Thursday, April 22, 2010

NBCTs among 5 selected for teaching hall of fame

This is my 6th year here in the US, my 6th year of teaching in DCPS. In my early years here, I was inspired and motivated by some of the most outstanding veteran teachers in my school at Jefferson MS to be the exceptional teacher that I can be. Teachers like my colleague, Dr. Alesia Slocoumb-Bradford whom I currently work with in a co-teaching environment, inspired me to become an accomplished teacher.

Dr. Alesia Slocumb-Bradford, is our seventh-grade pre-algebra teacher at Jefferson Middle School. She is a teacher for 23 years; she believes the most productive relationship between teachers and students is one where there is respect, communication, comfort and a shared sense of understanding of goals for students and teachers. For me, she is a master educator in the truest sense of the word: an excellent mentor, she plays the role of teacher, friend, guide, coach, and role model to us teachers in my school. Her teaching style shows precision - no random cuts, no random comments, she is very consistent with the routines and procedures from the beginning until the end of our class. With all of us Jefferson family, teachers and staff gathered at the "Classroom of the Future", Dr. Slocoumb was honored yesterday into the National Teachers Hall of Fame. I hugged her and whispered softly "You inspire me".

The honorees are Linda Evanchyk of Florida, Erlene Nelson of Pennsylvania, Warren Phillips of Massachusetts, Darrell Woods of Ohio and Alesia Slocumb-Bradford of Washington, D.C. "There are 12,000 teachers in the district of Philadelphia," said Nelson, a retired teacher and NBCT. "If every teacher dedicated themselves to save a child each year, we would save more than 12,000 students, and what an impact it would have on society." Philadelphia Daily News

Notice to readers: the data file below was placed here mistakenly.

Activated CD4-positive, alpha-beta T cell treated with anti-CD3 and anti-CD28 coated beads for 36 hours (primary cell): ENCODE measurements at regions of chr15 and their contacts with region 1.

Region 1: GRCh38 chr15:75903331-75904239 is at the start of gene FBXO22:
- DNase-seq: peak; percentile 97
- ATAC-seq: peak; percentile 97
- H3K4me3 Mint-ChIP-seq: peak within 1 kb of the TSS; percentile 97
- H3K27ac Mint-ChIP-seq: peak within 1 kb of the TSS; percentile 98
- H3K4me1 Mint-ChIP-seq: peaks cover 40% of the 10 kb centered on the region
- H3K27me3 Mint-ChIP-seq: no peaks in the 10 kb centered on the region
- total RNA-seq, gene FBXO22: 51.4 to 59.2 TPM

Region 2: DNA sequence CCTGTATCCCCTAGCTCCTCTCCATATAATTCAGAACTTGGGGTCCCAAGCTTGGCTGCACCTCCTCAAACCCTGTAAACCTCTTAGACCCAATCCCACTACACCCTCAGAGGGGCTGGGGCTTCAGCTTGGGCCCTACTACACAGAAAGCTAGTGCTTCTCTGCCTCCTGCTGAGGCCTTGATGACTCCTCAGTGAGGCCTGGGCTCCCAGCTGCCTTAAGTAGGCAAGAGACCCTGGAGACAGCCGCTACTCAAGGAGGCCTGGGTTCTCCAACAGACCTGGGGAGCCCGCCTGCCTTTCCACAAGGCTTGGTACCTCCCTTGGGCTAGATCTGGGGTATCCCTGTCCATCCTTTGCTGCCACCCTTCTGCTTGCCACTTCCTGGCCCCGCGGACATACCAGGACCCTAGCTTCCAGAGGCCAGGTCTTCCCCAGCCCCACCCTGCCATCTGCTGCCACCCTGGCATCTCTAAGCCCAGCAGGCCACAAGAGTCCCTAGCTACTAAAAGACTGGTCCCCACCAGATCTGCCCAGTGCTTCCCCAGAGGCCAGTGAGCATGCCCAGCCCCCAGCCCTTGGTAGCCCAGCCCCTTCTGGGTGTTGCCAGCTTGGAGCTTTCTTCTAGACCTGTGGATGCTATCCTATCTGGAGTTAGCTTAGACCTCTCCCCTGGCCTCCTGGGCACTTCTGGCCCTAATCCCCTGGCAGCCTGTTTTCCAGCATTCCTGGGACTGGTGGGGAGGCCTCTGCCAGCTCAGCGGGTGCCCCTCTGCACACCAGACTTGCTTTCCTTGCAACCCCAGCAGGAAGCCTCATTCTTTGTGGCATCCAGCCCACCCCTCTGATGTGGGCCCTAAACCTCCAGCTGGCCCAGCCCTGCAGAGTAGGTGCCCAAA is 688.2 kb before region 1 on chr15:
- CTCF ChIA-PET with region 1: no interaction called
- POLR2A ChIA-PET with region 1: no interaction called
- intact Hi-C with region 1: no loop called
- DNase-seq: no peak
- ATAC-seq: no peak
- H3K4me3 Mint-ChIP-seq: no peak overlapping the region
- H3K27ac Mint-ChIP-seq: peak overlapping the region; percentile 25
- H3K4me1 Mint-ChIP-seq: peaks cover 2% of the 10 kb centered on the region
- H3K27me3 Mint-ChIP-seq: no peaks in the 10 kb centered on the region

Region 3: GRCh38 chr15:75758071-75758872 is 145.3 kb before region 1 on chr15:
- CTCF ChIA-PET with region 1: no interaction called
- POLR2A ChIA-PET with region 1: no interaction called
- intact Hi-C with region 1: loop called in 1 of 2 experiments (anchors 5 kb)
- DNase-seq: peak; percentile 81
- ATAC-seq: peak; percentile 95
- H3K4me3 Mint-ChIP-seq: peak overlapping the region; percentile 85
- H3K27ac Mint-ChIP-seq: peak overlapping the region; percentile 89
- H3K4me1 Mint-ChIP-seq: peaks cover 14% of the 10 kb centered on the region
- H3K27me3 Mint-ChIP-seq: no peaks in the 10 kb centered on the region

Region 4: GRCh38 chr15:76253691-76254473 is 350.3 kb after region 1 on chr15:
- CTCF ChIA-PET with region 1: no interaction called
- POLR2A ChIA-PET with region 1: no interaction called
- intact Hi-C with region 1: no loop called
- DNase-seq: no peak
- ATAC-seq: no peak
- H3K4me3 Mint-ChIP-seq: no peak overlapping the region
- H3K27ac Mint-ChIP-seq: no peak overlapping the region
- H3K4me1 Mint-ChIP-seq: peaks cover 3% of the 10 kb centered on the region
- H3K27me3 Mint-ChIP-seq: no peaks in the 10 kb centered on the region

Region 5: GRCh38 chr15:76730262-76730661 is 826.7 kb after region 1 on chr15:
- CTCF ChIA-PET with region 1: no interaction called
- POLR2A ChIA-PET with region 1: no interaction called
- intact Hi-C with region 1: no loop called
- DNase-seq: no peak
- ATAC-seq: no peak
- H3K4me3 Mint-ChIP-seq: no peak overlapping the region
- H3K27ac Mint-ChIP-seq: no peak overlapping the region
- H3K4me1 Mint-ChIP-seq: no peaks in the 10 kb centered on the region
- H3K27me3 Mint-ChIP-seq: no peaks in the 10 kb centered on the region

Four out of the five teachers selected this year for induction into the National Teachers Hall of Fame are National Board Certified Teachers.

Right after her reception, I drove to another event for the 2009 National Board Certified Teachers hosted by the WTU and Central Office; I was one of the seven NBCT honorees.

As I was listening to the remarks of my colleague, I remember my grandmother who is a daughter of a World War II Lt. Colonel and one of the strongest leaders in the medical field back home in the Philippines. She told me, "Maria, always fight for your dreams, and remember if your dreams are big enough the problems don't really matter". There is a noble reason why I did not become a doctor like her, or the first lady cadet at the Philippine Military Academy, or an is my destiny to become an educator.

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